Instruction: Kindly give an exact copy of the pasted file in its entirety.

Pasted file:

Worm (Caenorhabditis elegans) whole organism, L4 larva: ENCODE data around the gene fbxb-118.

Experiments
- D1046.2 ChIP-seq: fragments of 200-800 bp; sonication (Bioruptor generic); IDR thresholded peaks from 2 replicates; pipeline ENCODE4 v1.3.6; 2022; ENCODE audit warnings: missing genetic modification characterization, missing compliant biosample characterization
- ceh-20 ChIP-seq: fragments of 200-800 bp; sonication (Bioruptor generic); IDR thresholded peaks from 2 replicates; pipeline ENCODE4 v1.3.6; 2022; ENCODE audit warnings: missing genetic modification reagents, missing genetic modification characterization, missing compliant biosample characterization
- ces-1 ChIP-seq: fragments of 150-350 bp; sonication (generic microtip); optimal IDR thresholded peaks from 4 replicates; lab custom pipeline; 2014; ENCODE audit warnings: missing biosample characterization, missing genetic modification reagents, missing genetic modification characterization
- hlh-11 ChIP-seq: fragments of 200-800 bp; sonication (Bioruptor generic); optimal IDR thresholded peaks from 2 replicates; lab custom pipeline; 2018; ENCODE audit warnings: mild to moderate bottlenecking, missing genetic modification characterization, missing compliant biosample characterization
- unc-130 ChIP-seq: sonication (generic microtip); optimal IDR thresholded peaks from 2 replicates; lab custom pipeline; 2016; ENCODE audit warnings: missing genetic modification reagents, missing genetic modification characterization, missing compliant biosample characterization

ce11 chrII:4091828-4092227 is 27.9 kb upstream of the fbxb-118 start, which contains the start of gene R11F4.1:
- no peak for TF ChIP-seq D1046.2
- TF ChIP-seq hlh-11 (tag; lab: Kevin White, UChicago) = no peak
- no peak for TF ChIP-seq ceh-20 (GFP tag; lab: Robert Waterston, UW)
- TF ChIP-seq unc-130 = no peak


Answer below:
Worm (Caenorhabditis elegans) whole organism, L4 larva: ENCODE data around the gene fbxb-118.

Experiments
- D1046.2 ChIP-seq: fragments of 200-800 bp; sonication (Bioruptor generic); IDR thresholded peaks from 2 replicates; pipeline ENCODE4 v1.3.6; 2022; ENCODE audit warnings: missing genetic modification characterization, missing compliant biosample characterization
- ceh-20 ChIP-seq: fragments of 200-800 bp; sonication (Bioruptor generic); IDR thresholded peaks from 2 replicates; pipeline ENCODE4 v1.3.6; 2022; ENCODE audit warnings: missing genetic modification reagents, missing genetic modification characterization, missing compliant biosample characterization
- ces-1 ChIP-seq: fragments of 150-350 bp; sonication (generic microtip); optimal IDR thresholded peaks from 4 replicates; lab custom pipeline; 2014; ENCODE audit warnings: missing biosample characterization, missing genetic modification reagents, missing genetic modification characterization
- hlh-11 ChIP-seq: fragments of 200-800 bp; sonication (Bioruptor generic); optimal IDR thresholded peaks from 2 replicates; lab custom pipeline; 2018; ENCODE audit warnings: mild to moderate bottlenecking, missing genetic modification characterization, missing compliant biosample characterization
- unc-130 ChIP-seq: sonication (generic microtip); optimal IDR thresholded peaks from 2 replicates; lab custom pipeline; 2016; ENCODE audit warnings: missing genetic modification reagents, missing genetic modification characterization, missing compliant biosample characterization

ce11 chrII:4091828-4092227 is 27.9 kb upstream of the fbxb-118 start, which contains the start of gene R11F4.1:
- no peak for TF ChIP-seq D1046.2
- TF ChIP-seq hlh-11 (tag; lab: Kevin White, UChicago) = no peak
- no peak for TF ChIP-seq ceh-20 (GFP tag; lab: Robert Waterston, UW)
- TF ChIP-seq unc-130 = no peak